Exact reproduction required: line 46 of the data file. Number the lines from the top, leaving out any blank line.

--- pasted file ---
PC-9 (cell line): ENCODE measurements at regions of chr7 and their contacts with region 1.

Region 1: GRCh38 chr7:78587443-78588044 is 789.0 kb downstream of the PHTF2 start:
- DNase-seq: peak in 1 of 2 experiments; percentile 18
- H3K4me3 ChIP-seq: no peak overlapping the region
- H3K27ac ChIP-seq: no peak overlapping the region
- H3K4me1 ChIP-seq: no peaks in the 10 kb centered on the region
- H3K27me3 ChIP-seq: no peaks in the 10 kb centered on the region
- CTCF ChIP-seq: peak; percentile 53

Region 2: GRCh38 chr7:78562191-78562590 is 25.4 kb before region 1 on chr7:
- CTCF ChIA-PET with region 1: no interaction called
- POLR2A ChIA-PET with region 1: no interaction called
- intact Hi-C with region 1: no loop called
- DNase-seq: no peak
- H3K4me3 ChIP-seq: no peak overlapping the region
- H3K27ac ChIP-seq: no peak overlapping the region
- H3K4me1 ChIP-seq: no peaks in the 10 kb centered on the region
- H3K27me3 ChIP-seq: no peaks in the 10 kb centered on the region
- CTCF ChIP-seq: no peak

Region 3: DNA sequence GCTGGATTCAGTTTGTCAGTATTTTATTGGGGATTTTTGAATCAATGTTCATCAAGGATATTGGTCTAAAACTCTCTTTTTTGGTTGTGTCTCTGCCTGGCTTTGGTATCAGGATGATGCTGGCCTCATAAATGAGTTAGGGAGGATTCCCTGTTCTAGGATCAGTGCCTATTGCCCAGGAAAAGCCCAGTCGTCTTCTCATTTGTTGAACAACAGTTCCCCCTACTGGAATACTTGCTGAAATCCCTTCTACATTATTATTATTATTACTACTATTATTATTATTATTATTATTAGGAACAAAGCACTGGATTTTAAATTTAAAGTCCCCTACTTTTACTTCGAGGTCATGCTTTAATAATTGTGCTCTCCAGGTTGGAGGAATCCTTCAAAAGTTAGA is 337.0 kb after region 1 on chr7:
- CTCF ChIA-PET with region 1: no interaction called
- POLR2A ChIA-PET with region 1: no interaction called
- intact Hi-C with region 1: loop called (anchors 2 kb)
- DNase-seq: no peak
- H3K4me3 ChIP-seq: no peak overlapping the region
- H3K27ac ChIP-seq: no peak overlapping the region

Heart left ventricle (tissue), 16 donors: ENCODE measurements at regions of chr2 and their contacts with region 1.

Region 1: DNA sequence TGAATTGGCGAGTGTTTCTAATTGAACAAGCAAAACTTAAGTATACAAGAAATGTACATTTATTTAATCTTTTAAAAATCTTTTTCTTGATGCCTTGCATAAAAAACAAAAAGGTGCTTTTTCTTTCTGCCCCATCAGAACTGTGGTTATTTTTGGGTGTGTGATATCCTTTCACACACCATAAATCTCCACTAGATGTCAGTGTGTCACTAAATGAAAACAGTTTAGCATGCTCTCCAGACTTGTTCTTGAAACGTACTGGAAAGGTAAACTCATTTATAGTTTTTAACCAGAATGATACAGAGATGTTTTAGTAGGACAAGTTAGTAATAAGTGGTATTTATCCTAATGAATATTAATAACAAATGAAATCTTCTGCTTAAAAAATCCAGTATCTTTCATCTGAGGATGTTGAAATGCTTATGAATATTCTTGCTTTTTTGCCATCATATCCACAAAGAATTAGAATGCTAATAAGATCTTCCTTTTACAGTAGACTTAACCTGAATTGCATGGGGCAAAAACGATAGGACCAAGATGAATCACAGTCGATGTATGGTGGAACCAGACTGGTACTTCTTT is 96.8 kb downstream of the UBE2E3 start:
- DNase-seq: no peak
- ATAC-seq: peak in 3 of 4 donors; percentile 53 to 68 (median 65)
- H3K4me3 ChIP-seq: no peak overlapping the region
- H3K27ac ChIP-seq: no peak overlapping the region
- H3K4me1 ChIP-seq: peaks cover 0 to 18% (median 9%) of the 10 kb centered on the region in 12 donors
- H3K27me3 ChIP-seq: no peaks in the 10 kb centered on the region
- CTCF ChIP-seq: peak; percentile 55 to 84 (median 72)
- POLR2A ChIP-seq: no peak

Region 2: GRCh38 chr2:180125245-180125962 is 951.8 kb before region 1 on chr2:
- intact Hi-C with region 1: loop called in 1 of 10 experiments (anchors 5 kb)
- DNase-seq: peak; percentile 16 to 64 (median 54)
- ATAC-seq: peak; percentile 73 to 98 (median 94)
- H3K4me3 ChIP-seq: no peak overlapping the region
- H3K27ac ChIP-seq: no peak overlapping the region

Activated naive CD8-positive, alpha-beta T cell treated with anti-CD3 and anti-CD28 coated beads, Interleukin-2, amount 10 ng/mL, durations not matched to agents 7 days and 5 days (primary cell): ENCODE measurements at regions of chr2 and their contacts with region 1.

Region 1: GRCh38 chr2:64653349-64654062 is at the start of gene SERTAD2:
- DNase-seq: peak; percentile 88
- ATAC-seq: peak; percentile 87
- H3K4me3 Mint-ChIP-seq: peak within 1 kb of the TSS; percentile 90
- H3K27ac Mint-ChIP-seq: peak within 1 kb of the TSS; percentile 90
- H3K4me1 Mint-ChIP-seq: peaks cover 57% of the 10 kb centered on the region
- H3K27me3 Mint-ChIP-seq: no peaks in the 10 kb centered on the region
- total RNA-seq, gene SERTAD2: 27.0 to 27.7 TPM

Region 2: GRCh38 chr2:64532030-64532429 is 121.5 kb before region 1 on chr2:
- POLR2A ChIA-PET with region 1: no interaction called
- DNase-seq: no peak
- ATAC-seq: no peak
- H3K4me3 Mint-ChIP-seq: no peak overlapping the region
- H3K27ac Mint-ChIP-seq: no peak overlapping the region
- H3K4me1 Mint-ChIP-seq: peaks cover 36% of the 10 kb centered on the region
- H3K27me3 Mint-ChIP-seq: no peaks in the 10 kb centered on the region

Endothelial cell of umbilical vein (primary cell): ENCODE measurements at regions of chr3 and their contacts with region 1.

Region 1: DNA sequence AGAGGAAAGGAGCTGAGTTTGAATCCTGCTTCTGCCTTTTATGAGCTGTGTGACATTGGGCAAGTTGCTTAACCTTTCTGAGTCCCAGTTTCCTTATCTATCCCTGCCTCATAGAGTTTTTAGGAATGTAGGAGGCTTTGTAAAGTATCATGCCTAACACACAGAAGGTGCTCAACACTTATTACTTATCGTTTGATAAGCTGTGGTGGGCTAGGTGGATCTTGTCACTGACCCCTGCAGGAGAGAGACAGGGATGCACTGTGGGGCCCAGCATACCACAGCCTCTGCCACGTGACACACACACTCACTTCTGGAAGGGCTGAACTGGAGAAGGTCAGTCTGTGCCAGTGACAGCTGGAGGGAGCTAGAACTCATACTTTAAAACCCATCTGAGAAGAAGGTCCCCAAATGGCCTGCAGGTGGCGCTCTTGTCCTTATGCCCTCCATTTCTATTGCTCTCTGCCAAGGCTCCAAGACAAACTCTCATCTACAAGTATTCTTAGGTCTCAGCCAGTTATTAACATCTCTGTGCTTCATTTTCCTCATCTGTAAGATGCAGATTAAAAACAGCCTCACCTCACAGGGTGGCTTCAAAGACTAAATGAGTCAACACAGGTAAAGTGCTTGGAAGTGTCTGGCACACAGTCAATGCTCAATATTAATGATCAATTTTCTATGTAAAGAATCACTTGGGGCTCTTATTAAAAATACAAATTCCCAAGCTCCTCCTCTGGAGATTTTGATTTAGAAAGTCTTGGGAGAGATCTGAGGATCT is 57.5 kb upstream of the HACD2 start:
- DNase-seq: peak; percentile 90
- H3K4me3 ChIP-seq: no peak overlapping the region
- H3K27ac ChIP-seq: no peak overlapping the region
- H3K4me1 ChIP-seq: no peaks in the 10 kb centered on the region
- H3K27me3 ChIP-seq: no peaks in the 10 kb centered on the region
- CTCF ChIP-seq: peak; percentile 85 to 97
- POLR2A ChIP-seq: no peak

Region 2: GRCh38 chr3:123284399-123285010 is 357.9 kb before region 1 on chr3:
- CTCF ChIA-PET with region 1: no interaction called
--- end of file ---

- H3K4me3 Mint-ChIP-seq: peak within 1 kb of the TSS; percentile 90